Day 9: Of the Future

When she awoke, lying in their shared bed, she felt that no time had passed. That time had somehow stilled, or slowed to . Or perhaps only her perception had changed. Nevertheless, she imagined that all that had transpired was that she'd lain down and had but closed her eyes for a moment, an extended blink.

Searching for certainty, she groped for the clock on the sideboard and turned the malevolent red face to her, read 4:54. Measuring the hours before she would have to go to work against the probability of her return to sleep, she dismissed sleep.

Clear eyed, she sat up in bed, taking in the unfamiliar quiet of the room by moonlight. The soft, calm light of the fading moon filtering through the curtain sheers softened the clean lines of the furniture that she'd chosen with such care at the beginning of their marriage. In the transparent blue tinged light, the restrained, tasteful furniture gave off an air of quiet resignation. She imagined that the room had always had this quality, even when the house had been featured in the National magazine and he'd been inordinately proud of her refinement and that this was the first time she'd be made aware of this.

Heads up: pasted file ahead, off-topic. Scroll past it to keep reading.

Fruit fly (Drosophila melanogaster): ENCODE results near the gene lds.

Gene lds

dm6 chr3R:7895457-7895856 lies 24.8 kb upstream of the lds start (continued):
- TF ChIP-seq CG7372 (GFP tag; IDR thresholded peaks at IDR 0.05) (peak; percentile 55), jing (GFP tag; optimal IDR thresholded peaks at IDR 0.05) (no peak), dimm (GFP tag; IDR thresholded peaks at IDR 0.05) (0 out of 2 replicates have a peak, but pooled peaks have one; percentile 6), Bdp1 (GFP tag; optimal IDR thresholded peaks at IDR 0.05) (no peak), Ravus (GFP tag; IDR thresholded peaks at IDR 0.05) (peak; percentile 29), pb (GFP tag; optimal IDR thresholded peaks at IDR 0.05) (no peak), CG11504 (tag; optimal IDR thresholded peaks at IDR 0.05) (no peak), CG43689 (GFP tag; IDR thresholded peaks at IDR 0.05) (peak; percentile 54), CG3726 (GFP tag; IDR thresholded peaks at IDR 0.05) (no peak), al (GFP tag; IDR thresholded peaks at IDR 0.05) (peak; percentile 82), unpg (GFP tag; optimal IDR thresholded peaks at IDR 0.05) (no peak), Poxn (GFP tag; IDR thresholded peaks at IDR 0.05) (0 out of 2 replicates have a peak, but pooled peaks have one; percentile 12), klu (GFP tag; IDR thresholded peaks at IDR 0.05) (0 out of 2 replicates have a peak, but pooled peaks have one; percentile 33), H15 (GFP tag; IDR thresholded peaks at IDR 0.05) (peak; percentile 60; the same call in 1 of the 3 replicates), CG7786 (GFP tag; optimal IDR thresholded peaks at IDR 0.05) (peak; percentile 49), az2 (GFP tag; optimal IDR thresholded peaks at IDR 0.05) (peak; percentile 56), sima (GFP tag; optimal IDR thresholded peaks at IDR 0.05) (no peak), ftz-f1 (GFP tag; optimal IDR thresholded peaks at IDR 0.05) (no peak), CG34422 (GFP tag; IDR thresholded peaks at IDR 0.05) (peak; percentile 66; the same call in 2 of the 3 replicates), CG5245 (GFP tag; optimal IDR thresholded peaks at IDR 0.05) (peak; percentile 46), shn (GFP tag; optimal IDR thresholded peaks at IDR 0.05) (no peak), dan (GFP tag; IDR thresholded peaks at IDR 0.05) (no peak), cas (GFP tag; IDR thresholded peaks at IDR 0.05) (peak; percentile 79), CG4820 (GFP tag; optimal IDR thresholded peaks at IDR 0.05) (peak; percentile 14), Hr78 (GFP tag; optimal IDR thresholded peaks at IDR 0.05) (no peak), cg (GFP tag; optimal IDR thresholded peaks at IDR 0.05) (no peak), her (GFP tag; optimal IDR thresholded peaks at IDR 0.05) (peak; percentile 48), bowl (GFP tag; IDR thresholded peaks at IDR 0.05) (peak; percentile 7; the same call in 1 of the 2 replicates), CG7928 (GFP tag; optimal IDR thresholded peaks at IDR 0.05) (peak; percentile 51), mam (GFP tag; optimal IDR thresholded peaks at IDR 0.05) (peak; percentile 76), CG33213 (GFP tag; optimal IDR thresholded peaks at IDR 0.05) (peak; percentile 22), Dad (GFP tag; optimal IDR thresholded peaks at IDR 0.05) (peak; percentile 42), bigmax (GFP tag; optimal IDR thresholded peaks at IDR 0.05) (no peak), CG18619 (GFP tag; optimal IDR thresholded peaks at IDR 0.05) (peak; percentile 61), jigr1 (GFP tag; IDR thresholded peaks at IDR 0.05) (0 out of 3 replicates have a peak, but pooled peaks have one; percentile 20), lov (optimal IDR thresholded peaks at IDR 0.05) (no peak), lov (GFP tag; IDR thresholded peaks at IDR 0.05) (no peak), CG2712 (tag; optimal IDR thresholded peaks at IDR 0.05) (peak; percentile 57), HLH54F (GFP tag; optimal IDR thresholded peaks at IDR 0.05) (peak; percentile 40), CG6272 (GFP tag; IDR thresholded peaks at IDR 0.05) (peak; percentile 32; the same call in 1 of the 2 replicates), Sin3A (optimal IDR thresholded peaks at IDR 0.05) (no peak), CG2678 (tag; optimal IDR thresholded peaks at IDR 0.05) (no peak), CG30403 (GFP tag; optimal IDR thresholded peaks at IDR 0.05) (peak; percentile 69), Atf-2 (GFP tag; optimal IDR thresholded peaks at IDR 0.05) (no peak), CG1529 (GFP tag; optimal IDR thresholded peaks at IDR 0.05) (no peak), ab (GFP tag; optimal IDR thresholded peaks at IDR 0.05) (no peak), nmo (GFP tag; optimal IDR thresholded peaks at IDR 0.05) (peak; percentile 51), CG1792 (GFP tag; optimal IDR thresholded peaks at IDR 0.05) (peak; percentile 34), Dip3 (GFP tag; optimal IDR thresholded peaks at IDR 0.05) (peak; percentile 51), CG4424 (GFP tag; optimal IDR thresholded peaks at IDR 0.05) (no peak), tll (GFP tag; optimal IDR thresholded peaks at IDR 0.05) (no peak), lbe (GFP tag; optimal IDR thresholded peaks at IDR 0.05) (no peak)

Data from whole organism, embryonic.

Startled by the realisation the curtains, shifted by the breeze, let in the full glow of the moonlight. Illuminated, walls of the room seemed to shift out and fall away from her and merge with the light and she wondered if she was awake, or dreaming, or dreaming of wakefulness.

Struggling, she turned to him and watched the slow rise and fall of his breathing under the sheets. The low hum of his snoring and the even rise and fall of his chest competed with the silent airlessness of the air-conditioner. There was the roundness of his plump, boyish cheeks, even now slightly greasy, that in profile made him look more like a youth of 20 than a man near 40. She thought of the slack roundness above his belly that had appeared in recent years, and the mole on his shoulder. Of the ridged, vertical scars on the inside of both his knees, once angry red, now welts.

She spoke, quietly, firmly: My husband has become a good man and a good father. But I do not love him and I never have.

Satisfied, she turned to sleep. She would take care of things in the morning.


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